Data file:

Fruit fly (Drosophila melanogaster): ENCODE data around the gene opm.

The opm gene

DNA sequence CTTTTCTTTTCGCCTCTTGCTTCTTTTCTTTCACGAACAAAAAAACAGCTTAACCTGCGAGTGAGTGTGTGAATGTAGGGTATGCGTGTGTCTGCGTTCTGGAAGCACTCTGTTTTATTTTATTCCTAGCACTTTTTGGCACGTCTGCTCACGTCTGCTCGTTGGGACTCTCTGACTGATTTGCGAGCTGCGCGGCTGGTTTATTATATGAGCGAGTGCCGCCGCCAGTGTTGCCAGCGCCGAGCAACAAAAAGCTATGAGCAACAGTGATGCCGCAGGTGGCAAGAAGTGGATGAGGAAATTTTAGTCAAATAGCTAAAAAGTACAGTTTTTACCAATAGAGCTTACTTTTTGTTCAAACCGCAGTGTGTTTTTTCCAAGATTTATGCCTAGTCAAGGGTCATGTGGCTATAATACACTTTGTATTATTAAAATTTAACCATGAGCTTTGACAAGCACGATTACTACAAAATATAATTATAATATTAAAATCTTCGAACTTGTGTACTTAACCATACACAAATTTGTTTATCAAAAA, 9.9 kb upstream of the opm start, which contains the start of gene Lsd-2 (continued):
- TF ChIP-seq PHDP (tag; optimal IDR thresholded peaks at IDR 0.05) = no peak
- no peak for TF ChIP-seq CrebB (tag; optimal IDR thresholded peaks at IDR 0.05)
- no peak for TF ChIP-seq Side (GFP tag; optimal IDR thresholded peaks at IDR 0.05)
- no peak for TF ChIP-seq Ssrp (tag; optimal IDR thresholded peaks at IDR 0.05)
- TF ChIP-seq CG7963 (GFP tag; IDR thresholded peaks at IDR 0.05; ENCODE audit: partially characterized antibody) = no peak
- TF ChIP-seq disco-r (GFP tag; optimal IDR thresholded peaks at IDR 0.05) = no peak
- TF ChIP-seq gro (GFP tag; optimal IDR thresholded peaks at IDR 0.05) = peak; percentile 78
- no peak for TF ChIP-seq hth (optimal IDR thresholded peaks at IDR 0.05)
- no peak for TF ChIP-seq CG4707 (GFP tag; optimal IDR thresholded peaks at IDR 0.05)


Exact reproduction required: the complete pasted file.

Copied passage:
Fruit fly (Drosophila melanogaster): ENCODE data around the gene opm.

The opm gene

DNA sequence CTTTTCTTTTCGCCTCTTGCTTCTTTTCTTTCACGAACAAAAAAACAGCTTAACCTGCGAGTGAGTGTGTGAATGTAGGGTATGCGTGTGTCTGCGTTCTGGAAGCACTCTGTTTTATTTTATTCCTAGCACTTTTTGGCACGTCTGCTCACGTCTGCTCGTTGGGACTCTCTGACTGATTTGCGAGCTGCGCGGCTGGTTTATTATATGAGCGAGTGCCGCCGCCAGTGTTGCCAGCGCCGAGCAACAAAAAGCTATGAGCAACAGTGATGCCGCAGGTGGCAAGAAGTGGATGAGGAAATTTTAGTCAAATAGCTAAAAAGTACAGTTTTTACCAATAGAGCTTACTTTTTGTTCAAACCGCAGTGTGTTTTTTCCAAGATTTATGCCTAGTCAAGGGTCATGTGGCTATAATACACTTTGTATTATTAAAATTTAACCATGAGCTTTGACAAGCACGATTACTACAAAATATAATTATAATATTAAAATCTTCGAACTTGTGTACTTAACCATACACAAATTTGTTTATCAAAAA, 9.9 kb upstream of the opm start, which contains the start of gene Lsd-2 (continued):
- TF ChIP-seq PHDP (tag; optimal IDR thresholded peaks at IDR 0.05) = no peak
- no peak for TF ChIP-seq CrebB (tag; optimal IDR thresholded peaks at IDR 0.05)
- no peak for TF ChIP-seq Side (GFP tag; optimal IDR thresholded peaks at IDR 0.05)
- no peak for TF ChIP-seq Ssrp (tag; optimal IDR thresholded peaks at IDR 0.05)
- TF ChIP-seq CG7963 (GFP tag; IDR thresholded peaks at IDR 0.05; ENCODE audit: partially characterized antibody) = no peak
- TF ChIP-seq disco-r (GFP tag; optimal IDR thresholded peaks at IDR 0.05) = no peak
- TF ChIP-seq gro (GFP tag; optimal IDR thresholded peaks at IDR 0.05) = peak; percentile 78
- no peak for TF ChIP-seq hth (optimal IDR thresholded peaks at IDR 0.05)
- no peak for TF ChIP-seq CG4707 (GFP tag; optimal IDR thresholded peaks at IDR 0.05)